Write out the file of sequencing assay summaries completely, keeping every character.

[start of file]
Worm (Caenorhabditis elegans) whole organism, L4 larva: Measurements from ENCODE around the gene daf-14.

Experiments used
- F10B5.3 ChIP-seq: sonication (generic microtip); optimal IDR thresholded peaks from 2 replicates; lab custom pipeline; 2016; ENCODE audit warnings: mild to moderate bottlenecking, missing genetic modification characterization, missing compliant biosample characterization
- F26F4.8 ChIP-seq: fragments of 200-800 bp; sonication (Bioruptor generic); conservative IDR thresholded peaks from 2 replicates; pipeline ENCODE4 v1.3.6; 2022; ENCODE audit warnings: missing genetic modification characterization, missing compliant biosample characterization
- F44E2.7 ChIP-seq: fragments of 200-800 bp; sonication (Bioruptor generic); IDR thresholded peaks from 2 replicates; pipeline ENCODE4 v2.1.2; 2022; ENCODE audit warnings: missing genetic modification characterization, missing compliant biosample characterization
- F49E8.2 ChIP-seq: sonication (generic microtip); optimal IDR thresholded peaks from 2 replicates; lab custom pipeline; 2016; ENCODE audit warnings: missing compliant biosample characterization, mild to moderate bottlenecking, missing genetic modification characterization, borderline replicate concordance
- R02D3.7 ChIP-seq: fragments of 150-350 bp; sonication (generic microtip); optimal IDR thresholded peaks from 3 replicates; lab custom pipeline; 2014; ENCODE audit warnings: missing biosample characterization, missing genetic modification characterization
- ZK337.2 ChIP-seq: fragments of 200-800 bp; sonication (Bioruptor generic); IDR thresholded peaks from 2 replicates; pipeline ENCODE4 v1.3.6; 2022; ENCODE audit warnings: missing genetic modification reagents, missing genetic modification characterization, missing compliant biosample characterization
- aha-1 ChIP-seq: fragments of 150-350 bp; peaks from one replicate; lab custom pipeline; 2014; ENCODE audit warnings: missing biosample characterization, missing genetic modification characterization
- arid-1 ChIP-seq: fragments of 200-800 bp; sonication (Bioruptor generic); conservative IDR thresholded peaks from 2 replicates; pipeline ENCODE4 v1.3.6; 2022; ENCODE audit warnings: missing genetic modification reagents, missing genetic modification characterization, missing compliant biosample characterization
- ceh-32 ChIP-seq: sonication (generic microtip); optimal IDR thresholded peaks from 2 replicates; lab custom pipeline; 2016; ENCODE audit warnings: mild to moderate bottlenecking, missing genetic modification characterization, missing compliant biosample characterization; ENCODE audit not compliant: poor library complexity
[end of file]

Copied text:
Worm (Caenorhabditis elegans) whole organism, L4 larva: Measurements from ENCODE around the gene daf-14.

Experiments used
- F10B5.3 ChIP-seq: sonication (generic microtip); optimal IDR thresholded peaks from 2 replicates; lab custom pipeline; 2016; ENCODE audit warnings: mild to moderate bottlenecking, missing genetic modification characterization, missing compliant biosample characterization
- F26F4.8 ChIP-seq: fragments of 200-800 bp; sonication (Bioruptor generic); conservative IDR thresholded peaks from 2 replicates; pipeline ENCODE4 v1.3.6; 2022; ENCODE audit warnings: missing genetic modification characterization, missing compliant biosample characterization
- F44E2.7 ChIP-seq: fragments of 200-800 bp; sonication (Bioruptor generic); IDR thresholded peaks from 2 replicates; pipeline ENCODE4 v2.1.2; 2022; ENCODE audit warnings: missing genetic modification characterization, missing compliant biosample characterization
- F49E8.2 ChIP-seq: sonication (generic microtip); optimal IDR thresholded peaks from 2 replicates; lab custom pipeline; 2016; ENCODE audit warnings: missing compliant biosample characterization, mild to moderate bottlenecking, missing genetic modification characterization, borderline replicate concordance
- R02D3.7 ChIP-seq: fragments of 150-350 bp; sonication (generic microtip); optimal IDR thresholded peaks from 3 replicates; lab custom pipeline; 2014; ENCODE audit warnings: missing biosample characterization, missing genetic modification characterization
- ZK337.2 ChIP-seq: fragments of 200-800 bp; sonication (Bioruptor generic); IDR thresholded peaks from 2 replicates; pipeline ENCODE4 v1.3.6; 2022; ENCODE audit warnings: missing genetic modification reagents, missing genetic modification characterization, missing compliant biosample characterization
- aha-1 ChIP-seq: fragments of 150-350 bp; peaks from one replicate; lab custom pipeline; 2014; ENCODE audit warnings: missing biosample characterization, missing genetic modification characterization
- arid-1 ChIP-seq: fragments of 200-800 bp; sonication (Bioruptor generic); conservative IDR thresholded peaks from 2 replicates; pipeline ENCODE4 v1.3.6; 2022; ENCODE audit warnings: missing genetic modification reagents, missing genetic modification characterization, missing compliant biosample characterization
- ceh-32 ChIP-seq: sonication (generic microtip); optimal IDR thresholded peaks from 2 replicates; lab custom pipeline; 2016; ENCODE audit warnings: mild to moderate bottlenecking, missing genetic modification characterization, missing compliant biosample characterization; ENCODE audit not compliant: poor library complexity